The transition from state school to independent can be stressful for both parents and children. Education expert Sue Laidlaw offers tips on making this big move a painless one
Anyone who has waited, at collecting time, in the playgrounds of certain primary schools across London - and there are many of them, will have witnessed it! Small groups of mums, a few buggies and toddlers scattered around, conversing and discussing the pros and cons of particular independent London day schools
In today’s competitive world, the playgrounds of certain postcodes can sometimes seem almost as stressful and cut throat as the offices and boardrooms that their parents frequent. It is relatively common practice for strategic plans to be put in place soon after a child has entered Reception. There will be a smattering of little boys (and the occasional little girl) that will move from the local primary school into the independent sector at 7+. 8+ or 10+ but the majority who make the move over will do so at the end of primary school. I confess, we have taken this route ourselves for all of our daughters - the result has been a wonderful rich education with an all-embracing outcome spanning both sectors. These personal experiences, added to the thousands of children that have been under Laidlaw Education's wing over the past decades, have taught me a thing or two about this rite of passage.
If your child clearly shows an academic streak, don’t be put off by aiming at the more academic schools.
So, how is it best for children, parents, families to “cross the Rubicon” between state primary school and independent senior school - and continue to keep smiling throughout?
Firstly, embrace three simple rules:
Rule 1: AVOID PLAYGROUND GOSSIP ON THE SUBJECT
What is right for your friend’s child is not necessarily what is right for your own. Neither is better or worse. Choosing schools can be likened to choosing houses. The wonderful property that your friend might have fallen in love with may leave you wanting to run out of the door. It is, therefore, wise, to avoid getting caught up in conversations that might leave you wondering if you are doing the right - or wrong thing - and cause more stress and anxiety than is needed.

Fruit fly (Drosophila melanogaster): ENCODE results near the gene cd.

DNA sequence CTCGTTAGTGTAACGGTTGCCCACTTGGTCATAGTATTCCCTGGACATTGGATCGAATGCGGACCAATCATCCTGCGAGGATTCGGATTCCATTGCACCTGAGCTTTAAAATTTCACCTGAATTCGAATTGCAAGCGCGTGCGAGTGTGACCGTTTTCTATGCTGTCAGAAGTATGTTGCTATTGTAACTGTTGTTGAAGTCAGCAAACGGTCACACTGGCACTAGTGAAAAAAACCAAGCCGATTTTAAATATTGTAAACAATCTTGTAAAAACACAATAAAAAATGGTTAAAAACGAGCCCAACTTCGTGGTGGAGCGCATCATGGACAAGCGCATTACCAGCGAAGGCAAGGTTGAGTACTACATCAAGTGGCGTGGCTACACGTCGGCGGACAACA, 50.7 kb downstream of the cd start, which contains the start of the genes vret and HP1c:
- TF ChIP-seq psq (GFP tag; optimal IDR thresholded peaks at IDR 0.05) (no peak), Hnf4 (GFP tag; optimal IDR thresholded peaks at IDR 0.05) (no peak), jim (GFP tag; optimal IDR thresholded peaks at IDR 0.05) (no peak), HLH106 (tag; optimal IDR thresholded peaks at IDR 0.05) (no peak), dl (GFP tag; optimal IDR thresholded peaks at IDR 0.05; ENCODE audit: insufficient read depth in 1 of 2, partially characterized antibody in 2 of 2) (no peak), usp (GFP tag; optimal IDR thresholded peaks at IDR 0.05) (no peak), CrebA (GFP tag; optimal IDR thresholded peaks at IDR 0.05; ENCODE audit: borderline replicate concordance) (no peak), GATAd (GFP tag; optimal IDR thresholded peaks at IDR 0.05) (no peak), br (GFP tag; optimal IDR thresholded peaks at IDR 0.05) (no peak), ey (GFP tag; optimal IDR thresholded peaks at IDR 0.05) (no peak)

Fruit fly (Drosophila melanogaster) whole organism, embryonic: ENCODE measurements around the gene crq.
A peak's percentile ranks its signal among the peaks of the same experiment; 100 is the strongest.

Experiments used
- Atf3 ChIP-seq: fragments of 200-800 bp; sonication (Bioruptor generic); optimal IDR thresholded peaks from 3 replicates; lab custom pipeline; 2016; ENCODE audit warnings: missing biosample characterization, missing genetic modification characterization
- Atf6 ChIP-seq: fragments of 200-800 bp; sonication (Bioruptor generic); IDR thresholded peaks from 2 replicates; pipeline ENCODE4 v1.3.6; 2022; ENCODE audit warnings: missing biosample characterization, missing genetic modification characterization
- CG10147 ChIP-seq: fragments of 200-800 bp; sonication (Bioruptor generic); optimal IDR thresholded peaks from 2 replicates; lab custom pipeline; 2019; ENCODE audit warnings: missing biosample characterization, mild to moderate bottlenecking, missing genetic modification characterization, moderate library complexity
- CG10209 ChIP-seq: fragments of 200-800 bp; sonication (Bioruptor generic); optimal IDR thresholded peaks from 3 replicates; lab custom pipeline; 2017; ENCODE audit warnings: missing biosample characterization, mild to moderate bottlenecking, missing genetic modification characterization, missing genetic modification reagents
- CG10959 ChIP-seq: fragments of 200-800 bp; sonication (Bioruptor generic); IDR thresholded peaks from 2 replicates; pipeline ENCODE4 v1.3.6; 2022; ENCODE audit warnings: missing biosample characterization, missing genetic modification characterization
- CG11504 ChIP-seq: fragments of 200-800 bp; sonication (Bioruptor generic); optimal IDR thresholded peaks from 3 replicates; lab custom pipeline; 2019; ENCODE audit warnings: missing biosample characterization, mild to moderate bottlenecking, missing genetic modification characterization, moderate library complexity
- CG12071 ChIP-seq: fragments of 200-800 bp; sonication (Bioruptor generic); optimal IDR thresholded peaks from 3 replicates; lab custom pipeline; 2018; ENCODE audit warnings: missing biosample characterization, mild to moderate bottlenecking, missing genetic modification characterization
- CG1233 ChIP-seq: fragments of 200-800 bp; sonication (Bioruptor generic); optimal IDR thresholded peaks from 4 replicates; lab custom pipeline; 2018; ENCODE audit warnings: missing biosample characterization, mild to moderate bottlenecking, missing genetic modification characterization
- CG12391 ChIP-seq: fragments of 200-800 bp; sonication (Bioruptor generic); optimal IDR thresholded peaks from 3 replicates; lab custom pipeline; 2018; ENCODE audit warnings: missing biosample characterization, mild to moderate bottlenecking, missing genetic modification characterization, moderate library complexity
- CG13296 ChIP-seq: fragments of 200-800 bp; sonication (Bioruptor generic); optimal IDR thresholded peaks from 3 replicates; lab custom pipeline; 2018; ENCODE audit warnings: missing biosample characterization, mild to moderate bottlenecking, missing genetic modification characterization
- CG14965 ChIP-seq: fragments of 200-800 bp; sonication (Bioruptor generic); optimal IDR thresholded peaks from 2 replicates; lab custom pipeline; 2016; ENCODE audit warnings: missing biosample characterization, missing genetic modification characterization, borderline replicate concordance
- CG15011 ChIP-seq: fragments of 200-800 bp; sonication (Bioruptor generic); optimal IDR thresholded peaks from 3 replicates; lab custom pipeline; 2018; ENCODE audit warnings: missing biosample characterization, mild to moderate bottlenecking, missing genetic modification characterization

Rule 2: BE REALISTIC ABOUT YOUR CHILD AND YOUR EXPECTATIONS
This is always easier said that done but, when embraced, leads to a calmer and more straightforward approach to things. If your son is simply uninspired by the thought of aspiring to a future 1st XV, sending him to a school that puts a great deal of emphasis on rugby would not be a likely match. Similarly, if your daughter has been a happy hard-worker who has always attained a good average in her class, a highly academic, constantly tested school environment is unlikely to make her more academic. On the other hand, if your child clearly shows an academic streak, don’t be put off by aiming at the more academic schools. It all sounds very obvious but unless you adopt a pragmatic approach it is easy to be swept along in the whole process.
RULE 3: STATE PRIMARY SCHOOLS ARE NOT USUALLY SET UP TO ADVISE ON INDEPENDENT SENIOR SCHOOL
As a general rule, primary school staff are not necessarily experts in the options available in the independent sector. You may be fortunate to be a parent in a primary school that is the exception rather than the rule but, nevertheless, be ready to do your own homework on the best fit of school for your own child. If necessary, seek outside professional advice.
RULE 4: BE ORGANISED IN YOUR APPROACH TO AVOID STRESS FOR YOURSELF AND YOUR FAMILY
At this point, you will need to adopt a ten point plan in order to avoid unneccesary stress for yourself and your child...
Before you know it, it will be September and the first day at the new school is upon you... a new chapter begins (but that's another article for another day!)
:: Laidlaw Education is a west London centre offering private tuition, mock exams, special needs assessments and schools admissions guidance, among other services. Established in 1992, we are based at Duke’s Meadow, Chiswick. For more information on our services, click here.
Summer Holiday Programme 2018
Running 24th July to 23rd August
New 11+ Timed Tests for Year 5
Does your child need more practice?
Autumn Term 2018 Mock Exams
Mock exams for 11+, 10+ and 7+/8+
Free 11+ Talk - September 27th 2018
Advice and reassurance for parents
Why We Should Teach Our Children How to Fail
Laidlaw Education's Sue Laidlaw on Tiger Parenting
How to Help Your Children Revise
Tips on how to encourage your kids to revise
Join Us On Facebook
Sign up to Laidlaw Education's Facebook page
Summer Term Mock Exams
Saturday 12th May 2018 for year 5 and year 4
How to move your child from state to private
State primary to independent secondary: Top tips
Is your child approaching GCSE or A levels?
Easter Holiday Revision Week
Easter holiday Courses
Creative Writing and Maths for years 2 - 6